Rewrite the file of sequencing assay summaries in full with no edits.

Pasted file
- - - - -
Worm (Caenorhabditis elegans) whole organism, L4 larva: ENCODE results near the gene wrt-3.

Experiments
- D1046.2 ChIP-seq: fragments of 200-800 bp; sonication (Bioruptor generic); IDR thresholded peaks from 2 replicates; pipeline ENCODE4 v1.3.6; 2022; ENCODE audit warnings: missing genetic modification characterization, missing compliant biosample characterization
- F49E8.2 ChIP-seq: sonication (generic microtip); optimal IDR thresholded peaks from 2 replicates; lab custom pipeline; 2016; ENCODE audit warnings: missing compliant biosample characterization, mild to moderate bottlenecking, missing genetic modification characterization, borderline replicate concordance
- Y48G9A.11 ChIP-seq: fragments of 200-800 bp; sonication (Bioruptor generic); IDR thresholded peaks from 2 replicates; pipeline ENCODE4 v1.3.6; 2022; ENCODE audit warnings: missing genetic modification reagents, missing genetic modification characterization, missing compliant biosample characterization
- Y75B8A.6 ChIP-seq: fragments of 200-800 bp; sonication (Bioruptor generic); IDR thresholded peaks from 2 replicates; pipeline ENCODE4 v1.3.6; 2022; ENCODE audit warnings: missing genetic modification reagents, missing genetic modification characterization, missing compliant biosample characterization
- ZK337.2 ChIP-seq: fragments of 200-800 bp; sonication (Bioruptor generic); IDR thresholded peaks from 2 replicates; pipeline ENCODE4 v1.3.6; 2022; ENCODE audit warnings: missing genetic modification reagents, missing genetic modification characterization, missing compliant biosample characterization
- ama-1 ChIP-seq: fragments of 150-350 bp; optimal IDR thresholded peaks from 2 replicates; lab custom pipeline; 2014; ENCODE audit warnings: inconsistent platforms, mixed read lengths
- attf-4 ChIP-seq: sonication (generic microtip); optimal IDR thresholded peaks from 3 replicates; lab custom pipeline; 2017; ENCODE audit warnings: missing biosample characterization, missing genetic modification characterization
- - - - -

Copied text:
Worm (Caenorhabditis elegans) whole organism, L4 larva: ENCODE results near the gene wrt-3.

Experiments
- D1046.2 ChIP-seq: fragments of 200-800 bp; sonication (Bioruptor generic); IDR thresholded peaks from 2 replicates; pipeline ENCODE4 v1.3.6; 2022; ENCODE audit warnings: missing genetic modification characterization, missing compliant biosample characterization
- F49E8.2 ChIP-seq: sonication (generic microtip); optimal IDR thresholded peaks from 2 replicates; lab custom pipeline; 2016; ENCODE audit warnings: missing compliant biosample characterization, mild to moderate bottlenecking, missing genetic modification characterization, borderline replicate concordance
- Y48G9A.11 ChIP-seq: fragments of 200-800 bp; sonication (Bioruptor generic); IDR thresholded peaks from 2 replicates; pipeline ENCODE4 v1.3.6; 2022; ENCODE audit warnings: missing genetic modification reagents, missing genetic modification characterization, missing compliant biosample characterization
- Y75B8A.6 ChIP-seq: fragments of 200-800 bp; sonication (Bioruptor generic); IDR thresholded peaks from 2 replicates; pipeline ENCODE4 v1.3.6; 2022; ENCODE audit warnings: missing genetic modification reagents, missing genetic modification characterization, missing compliant biosample characterization
- ZK337.2 ChIP-seq: fragments of 200-800 bp; sonication (Bioruptor generic); IDR thresholded peaks from 2 replicates; pipeline ENCODE4 v1.3.6; 2022; ENCODE audit warnings: missing genetic modification reagents, missing genetic modification characterization, missing compliant biosample characterization
- ama-1 ChIP-seq: fragments of 150-350 bp; optimal IDR thresholded peaks from 2 replicates; lab custom pipeline; 2014; ENCODE audit warnings: inconsistent platforms, mixed read lengths
- attf-4 ChIP-seq: sonication (generic microtip); optimal IDR thresholded peaks from 3 replicates; lab custom pipeline; 2017; ENCODE audit warnings: missing biosample characterization, missing genetic modification characterization